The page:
What the Brits Thought of American Independence in 1776
Letters from that time show the British had mixed feelings about the American rebellion.
Those of us stateside celebrate the Fourth of July every year with fireworks and hot dogs in honor of American independence, but in 1776, the news of the adoption of the Declaration of Independence was not met with celebration in Great Britain. In fact, a look through the letters from the period, now held at the archives of the United Kingdom’s Nottingham University, shows that British people felt pretty divided about the war that was brewing between their country and the colonies. They had a lot of thoughts about how bad it was, whose fault it was and what to do about it, writes Time.
In 1775, before independence was declared, Brits were worried about King George’s response. One letter from a group of merchants and traders in the southwestern port city of Bristol written in 1775 shows how people were concerned about the economic hardships the revolution would create. They wrote to the king to urge him to give American colonists their freedom instead of risk a bad trading relationship.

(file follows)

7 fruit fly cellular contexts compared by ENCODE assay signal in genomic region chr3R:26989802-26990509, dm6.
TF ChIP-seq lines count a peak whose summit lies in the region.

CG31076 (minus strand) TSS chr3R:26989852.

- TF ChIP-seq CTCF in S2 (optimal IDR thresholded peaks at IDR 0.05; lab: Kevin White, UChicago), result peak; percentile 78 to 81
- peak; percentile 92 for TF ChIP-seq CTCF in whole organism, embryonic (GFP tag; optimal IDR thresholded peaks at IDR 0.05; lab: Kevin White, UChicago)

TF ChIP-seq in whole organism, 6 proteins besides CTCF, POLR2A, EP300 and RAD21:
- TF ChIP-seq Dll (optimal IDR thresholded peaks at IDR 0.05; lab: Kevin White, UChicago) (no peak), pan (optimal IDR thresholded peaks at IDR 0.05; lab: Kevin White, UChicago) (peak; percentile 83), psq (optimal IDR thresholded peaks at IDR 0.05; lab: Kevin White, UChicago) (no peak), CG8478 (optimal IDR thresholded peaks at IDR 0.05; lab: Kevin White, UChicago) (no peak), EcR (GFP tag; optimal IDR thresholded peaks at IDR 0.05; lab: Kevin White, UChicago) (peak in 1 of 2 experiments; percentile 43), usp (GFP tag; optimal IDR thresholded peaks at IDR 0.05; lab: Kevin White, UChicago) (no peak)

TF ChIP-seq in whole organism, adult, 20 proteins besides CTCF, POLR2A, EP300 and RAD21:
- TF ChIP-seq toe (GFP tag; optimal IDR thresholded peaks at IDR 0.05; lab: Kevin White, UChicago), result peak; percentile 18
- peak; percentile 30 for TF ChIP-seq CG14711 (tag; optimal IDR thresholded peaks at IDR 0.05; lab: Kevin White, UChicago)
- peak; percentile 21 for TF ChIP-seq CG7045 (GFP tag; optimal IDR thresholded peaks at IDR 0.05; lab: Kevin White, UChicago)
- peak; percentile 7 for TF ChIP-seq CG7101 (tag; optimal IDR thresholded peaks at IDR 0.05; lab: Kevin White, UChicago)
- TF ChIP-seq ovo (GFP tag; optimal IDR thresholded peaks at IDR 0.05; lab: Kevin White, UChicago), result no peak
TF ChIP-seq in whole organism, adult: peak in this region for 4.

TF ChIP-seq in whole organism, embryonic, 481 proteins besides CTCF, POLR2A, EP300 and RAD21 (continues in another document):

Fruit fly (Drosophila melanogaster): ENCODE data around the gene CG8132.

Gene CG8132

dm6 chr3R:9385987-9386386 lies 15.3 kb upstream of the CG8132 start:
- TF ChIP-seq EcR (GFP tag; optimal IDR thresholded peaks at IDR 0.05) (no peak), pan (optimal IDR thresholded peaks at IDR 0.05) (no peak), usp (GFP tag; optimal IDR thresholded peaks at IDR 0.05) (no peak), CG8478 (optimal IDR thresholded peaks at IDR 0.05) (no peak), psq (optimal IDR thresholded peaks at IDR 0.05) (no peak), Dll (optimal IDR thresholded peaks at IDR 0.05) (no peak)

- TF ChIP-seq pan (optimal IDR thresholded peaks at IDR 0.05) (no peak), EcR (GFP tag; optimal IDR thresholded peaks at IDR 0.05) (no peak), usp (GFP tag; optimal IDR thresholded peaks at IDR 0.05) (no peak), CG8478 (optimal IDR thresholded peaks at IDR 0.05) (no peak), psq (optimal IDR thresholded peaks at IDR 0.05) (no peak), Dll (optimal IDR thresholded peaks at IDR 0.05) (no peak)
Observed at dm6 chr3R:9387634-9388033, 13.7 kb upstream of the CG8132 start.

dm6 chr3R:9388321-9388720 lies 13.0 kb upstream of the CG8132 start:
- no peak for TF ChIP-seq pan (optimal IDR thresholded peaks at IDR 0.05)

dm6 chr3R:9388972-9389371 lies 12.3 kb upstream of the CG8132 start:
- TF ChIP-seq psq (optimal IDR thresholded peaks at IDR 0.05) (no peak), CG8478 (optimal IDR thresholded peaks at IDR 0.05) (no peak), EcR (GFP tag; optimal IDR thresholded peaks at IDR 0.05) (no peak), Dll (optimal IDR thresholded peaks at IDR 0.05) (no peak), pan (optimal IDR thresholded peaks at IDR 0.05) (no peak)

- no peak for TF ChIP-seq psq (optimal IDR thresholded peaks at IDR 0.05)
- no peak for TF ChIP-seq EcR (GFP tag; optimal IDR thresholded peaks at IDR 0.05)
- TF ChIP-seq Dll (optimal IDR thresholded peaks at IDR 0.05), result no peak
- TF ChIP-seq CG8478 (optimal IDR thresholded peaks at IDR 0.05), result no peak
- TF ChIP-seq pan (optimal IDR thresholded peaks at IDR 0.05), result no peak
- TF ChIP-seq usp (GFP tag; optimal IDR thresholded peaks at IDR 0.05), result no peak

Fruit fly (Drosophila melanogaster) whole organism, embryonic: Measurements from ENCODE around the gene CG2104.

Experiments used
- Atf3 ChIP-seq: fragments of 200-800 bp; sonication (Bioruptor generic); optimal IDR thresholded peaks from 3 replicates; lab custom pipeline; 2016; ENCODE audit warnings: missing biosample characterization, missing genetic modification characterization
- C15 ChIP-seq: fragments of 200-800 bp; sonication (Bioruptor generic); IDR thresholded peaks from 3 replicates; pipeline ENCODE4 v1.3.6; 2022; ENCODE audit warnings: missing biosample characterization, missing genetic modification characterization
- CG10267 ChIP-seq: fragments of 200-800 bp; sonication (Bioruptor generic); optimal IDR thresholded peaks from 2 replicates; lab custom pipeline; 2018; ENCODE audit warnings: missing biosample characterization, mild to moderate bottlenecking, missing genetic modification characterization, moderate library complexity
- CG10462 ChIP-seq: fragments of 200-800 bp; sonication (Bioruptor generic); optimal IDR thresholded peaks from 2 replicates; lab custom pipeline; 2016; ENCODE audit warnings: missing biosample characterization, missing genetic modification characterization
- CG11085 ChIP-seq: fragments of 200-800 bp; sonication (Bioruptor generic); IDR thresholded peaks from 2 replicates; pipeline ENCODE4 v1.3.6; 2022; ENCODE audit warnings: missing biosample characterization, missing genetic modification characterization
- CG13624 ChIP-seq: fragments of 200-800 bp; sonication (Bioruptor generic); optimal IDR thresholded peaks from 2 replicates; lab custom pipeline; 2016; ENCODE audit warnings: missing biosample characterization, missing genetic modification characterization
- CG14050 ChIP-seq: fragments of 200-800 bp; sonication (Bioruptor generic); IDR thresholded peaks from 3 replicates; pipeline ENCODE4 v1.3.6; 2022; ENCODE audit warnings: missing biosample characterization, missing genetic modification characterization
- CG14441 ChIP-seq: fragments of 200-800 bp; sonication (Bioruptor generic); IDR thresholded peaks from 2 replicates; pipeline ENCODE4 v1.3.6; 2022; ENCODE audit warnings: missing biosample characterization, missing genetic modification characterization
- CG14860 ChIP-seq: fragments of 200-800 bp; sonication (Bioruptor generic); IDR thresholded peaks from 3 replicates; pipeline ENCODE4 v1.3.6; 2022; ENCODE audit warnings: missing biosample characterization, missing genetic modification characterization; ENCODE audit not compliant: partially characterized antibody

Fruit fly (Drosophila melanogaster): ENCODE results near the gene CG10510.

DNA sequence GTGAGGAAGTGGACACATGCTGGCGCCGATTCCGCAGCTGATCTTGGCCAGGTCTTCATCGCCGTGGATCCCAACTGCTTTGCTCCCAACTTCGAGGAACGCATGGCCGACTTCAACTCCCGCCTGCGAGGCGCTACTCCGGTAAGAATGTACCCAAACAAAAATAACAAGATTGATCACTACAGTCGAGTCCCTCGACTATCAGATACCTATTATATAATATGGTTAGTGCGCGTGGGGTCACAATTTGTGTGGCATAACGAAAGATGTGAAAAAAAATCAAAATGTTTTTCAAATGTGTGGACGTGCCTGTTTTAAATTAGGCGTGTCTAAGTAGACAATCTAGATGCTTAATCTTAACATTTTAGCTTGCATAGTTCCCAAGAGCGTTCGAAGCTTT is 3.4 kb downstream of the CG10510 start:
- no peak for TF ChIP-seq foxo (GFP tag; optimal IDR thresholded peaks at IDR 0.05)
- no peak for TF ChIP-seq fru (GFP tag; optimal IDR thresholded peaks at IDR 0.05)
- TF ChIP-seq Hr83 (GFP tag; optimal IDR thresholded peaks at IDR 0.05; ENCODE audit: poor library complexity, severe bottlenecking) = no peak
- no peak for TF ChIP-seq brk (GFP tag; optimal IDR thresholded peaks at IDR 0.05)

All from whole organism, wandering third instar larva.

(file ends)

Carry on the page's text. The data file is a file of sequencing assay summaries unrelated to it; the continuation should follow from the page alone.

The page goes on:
But other letters showed how some Brits were unsympathetic to the American rebels.
In December 1776, a man named G.B. Brudenell wrote to H.F.C. Pelham-Clinton, 2nd Duke of Newcastle under Lyne from London, giving news of the capture of Fort Washington by Gen. Howe, who drove the rebel forces from Manhattan, though at great cost.
“It is very melancholy to think,” Brudenell wrote according to Time, “that we must sacrifice so many brave lives, in order to put an end, to such an unnatural Rebellion.”
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